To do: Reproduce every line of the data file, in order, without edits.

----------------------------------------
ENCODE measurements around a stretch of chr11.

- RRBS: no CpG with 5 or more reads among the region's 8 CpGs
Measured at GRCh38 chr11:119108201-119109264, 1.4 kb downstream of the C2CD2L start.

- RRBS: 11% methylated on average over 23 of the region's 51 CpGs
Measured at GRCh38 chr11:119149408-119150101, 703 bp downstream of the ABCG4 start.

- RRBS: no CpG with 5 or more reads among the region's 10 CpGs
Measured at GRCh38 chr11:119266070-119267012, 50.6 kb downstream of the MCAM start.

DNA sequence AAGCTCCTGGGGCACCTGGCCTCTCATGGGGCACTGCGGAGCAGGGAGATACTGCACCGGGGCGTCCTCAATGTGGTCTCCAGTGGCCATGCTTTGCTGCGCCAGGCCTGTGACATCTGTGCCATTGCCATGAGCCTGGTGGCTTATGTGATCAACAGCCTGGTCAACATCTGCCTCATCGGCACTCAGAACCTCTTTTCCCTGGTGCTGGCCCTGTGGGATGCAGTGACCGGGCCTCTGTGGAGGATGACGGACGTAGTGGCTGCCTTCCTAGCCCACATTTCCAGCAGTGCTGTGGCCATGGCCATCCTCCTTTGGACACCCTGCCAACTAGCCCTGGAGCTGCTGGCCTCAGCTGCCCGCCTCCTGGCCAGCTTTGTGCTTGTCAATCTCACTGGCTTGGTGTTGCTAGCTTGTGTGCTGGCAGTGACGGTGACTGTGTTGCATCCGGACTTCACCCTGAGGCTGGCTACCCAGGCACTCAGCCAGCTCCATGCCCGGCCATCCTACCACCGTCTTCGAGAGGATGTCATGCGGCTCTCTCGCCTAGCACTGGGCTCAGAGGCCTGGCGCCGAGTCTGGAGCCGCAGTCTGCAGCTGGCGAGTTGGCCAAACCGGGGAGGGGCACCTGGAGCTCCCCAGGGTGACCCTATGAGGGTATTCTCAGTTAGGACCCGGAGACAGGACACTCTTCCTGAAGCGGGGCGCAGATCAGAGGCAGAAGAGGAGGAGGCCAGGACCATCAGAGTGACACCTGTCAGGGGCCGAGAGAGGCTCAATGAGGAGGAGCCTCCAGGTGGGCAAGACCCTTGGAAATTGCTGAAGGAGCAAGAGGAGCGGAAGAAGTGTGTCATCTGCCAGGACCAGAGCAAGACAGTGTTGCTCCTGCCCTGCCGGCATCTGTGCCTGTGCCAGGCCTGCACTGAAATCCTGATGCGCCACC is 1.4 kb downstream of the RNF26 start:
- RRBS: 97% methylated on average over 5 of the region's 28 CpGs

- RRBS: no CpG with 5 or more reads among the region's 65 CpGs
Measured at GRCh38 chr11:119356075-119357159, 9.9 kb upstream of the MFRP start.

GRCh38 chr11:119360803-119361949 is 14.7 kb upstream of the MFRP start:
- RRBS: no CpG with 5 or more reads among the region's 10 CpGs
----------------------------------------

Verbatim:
ENCODE measurements around a stretch of chr11.

- RRBS: no CpG with 5 or more reads among the region's 8 CpGs
Measured at GRCh38 chr11:119108201-119109264, 1.4 kb downstream of the C2CD2L start.

- RRBS: 11% methylated on average over 23 of the region's 51 CpGs
Measured at GRCh38 chr11:119149408-119150101, 703 bp downstream of the ABCG4 start.

- RRBS: no CpG with 5 or more reads among the region's 10 CpGs
Measured at GRCh38 chr11:119266070-119267012, 50.6 kb downstream of the MCAM start.

DNA sequence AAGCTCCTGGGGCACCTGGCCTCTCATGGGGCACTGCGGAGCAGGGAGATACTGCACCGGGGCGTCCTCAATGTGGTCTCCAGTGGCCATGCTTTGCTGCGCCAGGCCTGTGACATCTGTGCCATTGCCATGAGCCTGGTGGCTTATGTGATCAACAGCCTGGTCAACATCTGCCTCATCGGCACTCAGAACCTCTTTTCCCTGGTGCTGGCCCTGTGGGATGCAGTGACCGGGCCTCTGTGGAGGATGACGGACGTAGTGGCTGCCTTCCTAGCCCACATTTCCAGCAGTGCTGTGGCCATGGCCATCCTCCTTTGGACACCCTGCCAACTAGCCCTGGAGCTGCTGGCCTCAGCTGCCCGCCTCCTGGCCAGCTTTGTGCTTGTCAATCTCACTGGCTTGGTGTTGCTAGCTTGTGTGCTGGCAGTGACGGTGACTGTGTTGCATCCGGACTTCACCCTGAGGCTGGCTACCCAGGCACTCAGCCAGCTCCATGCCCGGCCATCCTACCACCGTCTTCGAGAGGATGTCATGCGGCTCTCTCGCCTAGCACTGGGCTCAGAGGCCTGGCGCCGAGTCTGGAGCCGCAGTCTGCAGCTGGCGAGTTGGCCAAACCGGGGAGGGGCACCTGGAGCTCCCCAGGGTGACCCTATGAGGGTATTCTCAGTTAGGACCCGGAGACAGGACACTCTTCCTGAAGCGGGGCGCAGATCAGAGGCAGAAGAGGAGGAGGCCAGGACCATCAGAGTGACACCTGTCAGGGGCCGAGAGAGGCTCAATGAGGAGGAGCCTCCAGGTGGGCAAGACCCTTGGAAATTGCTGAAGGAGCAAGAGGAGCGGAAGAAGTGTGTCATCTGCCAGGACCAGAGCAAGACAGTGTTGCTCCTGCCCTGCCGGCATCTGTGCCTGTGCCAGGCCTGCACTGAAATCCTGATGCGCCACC is 1.4 kb downstream of the RNF26 start:
- RRBS: 97% methylated on average over 5 of the region's 28 CpGs

- RRBS: no CpG with 5 or more reads among the region's 65 CpGs
Measured at GRCh38 chr11:119356075-119357159, 9.9 kb upstream of the MFRP start.

GRCh38 chr11:119360803-119361949 is 14.7 kb upstream of the MFRP start:
- RRBS: no CpG with 5 or more reads among the region's 10 CpGs